Most schools are rushing to complete the syllabus. Why, I myself hated maths classes and bunked them. Luckily for me, I got good grades.
It was the inaugural session of the 103rd Indian Science Conference at Mysore. With Prime Minister Narendra Modi arriving to inaugurate the event, security was tight. The Pathankot terror attack was on, so policemen were ultra cautious, keeping just two entrances open for the thousands of attendees.
At the supposed VIP gate, a surging throng was trying to squeeze in through a narrow opening. Special invitees burst out in anger at the shabby treatment. Far down in the queue patiently stood a bespectacled man in a coloured kurta and white flappy pajamas, a mop of unruly hair falling all around his eyes. Suddenly, someone recognised him and a whisper went up and down the line. The policemen shouted, “Nobel purush, Nobel purush, let him pass”. A few constables rushed to escort Manjul Bhargava up the queue and into the venue, as he looked around abashedly at being given preferential treatment.
Bhargava, 41, is a recipient of the prestigious Fields Medal, the equivalent of a Nobel in mathematics. Unlike the yearly Nobel, the Fields Medal is given only once in four years and the winner has to be below 40.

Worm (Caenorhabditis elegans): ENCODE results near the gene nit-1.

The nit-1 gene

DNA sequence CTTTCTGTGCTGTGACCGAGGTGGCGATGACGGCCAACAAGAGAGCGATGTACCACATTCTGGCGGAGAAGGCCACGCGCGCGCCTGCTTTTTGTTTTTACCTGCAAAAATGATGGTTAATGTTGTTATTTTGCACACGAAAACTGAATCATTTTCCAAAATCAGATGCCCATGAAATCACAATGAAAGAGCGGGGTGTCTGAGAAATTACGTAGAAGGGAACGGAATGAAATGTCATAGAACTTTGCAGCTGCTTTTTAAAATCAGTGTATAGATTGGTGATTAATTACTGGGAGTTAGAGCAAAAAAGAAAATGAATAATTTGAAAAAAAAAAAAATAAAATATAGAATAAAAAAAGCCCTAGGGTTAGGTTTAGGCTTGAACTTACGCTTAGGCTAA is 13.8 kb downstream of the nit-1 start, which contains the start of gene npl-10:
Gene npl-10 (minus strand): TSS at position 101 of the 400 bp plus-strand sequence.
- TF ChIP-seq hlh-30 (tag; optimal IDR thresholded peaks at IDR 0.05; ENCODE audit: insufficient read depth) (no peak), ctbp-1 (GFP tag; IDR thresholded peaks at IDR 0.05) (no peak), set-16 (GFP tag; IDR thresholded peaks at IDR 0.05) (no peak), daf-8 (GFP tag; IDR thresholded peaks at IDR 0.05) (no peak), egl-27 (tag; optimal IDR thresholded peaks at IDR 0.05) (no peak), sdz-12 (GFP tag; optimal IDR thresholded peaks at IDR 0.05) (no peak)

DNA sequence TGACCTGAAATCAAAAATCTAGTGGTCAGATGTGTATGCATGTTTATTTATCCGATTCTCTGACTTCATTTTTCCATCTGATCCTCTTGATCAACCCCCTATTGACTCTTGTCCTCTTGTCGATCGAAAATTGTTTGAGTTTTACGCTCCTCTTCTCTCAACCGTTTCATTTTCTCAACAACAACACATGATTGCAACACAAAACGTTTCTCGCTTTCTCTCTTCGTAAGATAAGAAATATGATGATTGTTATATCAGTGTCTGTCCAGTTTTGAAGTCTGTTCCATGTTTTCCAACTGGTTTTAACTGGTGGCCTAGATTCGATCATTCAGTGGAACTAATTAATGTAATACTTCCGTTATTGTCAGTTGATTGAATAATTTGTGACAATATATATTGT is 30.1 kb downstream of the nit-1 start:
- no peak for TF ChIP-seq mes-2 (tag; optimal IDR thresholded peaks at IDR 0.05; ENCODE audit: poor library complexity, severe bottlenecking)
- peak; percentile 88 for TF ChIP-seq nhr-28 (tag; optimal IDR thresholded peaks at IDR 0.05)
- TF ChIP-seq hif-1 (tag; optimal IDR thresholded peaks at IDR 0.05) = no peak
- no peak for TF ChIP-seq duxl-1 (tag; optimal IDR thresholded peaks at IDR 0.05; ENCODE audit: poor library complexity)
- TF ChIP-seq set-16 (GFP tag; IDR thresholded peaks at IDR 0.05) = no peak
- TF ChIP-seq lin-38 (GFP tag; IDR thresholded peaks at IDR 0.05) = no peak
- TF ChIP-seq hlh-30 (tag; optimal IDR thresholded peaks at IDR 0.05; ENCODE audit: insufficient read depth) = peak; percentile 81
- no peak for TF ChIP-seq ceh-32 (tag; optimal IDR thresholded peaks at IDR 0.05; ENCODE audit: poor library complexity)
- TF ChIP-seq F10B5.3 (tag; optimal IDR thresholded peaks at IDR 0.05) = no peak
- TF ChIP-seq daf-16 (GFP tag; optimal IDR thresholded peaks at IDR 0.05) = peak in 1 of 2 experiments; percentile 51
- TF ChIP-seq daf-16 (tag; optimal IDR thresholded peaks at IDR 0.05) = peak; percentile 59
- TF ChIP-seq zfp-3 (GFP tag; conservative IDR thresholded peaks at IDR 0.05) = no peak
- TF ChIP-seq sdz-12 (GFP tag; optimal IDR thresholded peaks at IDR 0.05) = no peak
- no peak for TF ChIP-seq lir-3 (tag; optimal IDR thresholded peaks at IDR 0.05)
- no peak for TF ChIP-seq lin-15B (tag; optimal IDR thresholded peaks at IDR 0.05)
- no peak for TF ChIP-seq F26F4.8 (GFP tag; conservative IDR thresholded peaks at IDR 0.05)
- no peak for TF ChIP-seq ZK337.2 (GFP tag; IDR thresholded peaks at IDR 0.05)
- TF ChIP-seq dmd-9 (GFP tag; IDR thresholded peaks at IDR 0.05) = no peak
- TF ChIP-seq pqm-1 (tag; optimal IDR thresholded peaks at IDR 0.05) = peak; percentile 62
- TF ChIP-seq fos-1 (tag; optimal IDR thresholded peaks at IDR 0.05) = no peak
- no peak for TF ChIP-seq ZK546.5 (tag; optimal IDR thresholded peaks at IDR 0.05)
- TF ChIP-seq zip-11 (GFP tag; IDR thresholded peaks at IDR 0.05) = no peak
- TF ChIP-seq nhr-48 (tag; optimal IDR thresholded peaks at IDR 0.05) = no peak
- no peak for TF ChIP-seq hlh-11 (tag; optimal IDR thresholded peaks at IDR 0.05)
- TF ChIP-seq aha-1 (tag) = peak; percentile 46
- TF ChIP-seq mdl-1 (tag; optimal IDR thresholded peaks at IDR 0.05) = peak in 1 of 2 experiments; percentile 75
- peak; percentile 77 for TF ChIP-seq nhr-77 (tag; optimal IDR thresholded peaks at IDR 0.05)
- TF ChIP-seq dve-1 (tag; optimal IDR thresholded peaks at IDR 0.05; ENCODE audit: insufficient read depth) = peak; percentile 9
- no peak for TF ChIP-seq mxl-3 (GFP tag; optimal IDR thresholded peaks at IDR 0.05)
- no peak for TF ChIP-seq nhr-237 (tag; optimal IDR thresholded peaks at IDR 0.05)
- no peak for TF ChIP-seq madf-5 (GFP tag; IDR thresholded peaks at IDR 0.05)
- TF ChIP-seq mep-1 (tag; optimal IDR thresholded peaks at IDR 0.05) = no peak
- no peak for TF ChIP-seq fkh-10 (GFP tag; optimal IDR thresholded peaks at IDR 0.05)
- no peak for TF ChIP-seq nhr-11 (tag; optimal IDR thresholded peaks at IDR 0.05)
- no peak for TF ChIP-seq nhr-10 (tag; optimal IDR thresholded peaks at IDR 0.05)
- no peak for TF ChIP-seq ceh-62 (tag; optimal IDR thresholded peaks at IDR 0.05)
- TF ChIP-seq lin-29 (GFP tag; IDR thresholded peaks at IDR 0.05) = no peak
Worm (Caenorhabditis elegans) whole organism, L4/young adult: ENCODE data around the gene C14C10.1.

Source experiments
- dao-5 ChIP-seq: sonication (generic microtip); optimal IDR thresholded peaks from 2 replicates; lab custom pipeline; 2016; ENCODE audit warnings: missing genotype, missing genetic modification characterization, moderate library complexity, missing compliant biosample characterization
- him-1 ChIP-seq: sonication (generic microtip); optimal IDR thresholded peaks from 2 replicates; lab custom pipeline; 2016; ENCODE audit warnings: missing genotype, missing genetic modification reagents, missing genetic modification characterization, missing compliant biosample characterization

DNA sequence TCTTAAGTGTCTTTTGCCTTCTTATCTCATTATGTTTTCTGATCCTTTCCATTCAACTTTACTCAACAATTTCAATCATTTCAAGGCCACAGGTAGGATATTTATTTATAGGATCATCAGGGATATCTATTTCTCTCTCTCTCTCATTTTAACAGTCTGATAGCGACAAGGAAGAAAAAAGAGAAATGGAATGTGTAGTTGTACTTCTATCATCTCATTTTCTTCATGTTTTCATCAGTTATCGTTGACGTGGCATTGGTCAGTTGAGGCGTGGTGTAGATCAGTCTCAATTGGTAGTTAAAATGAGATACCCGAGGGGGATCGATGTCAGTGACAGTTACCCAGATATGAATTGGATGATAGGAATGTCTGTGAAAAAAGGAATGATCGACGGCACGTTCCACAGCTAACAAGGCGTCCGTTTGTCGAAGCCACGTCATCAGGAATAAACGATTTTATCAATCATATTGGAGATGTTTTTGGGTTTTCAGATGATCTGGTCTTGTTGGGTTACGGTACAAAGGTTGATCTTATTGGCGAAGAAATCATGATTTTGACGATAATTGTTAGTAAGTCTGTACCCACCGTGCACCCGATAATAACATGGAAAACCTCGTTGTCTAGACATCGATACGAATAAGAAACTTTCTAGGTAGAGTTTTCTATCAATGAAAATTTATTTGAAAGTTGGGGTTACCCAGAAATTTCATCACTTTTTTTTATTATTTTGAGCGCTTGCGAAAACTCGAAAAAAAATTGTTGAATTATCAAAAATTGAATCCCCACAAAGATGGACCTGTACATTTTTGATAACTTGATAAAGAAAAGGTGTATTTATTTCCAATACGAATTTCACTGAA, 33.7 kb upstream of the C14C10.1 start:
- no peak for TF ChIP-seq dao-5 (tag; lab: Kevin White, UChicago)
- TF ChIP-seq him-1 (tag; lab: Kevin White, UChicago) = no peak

His sessions overflow beyond capacity, and the minute he finishes his talk, fans elbow each other to get an autograph, or if they are lucky, a selfie with him. Bhargava obliges, a habit that often causes distress among the organisers as things go out of control. Flower pots crash from the stage, mikes topple and Bhargava reaches the point of asphyxiation.
“How do you deal with all this?” I ask, having cornered him for an interview, after escaping a mob of eager students. “I don't. These people [the organisers] deal with it. Left to myself, I'd have been happy obliging each one of them,” comes the disarming answer.
Bhargava is an expert in a subject that is the nightmare of most school students. And, the uninitiated might easily conclude that it is his persona—the Princeton professor who looks like a nerdy student—that causes such adulation. One cannot be more wrong. Bhargava's star power is in his ability to make numbers dance before people as fun characters and not intimidating ones. English mathematician G.H. Hardy had once said of his renowned protege, Srinivasa Ramanujan, that every positive integer was Ramanujan's personal friend. Bhargava, however, ensures that these numeral friends become intimate with each one in the audience.
Whether addressing a group of academicians or school students, Bhargava commands their rapt attention within moments and ensures the audience is participatory. When one class with school students got over, they groaned in dismay and asked for extra time, but there were other scheduled sessions.
People often say his mathematician mother, Mira, a first-generation immigrant in the US, developed his love for mathematics. But, Bhargava says he cannot remember a time when he was not obsessed with numbers. A pet game during childhood was stacking oranges in pyramids, the way children usually play with building blocks. Except that Bhargava's curious mind was working ahead: how many oranges would he need in a stack with eight oranges on one side, he began wondering. Soon, he worked out a formula to predict the number of oranges. “The best thing about my mother was that she never told me an answer,” he says. “I discovered on my own. She was a good resource to have around.”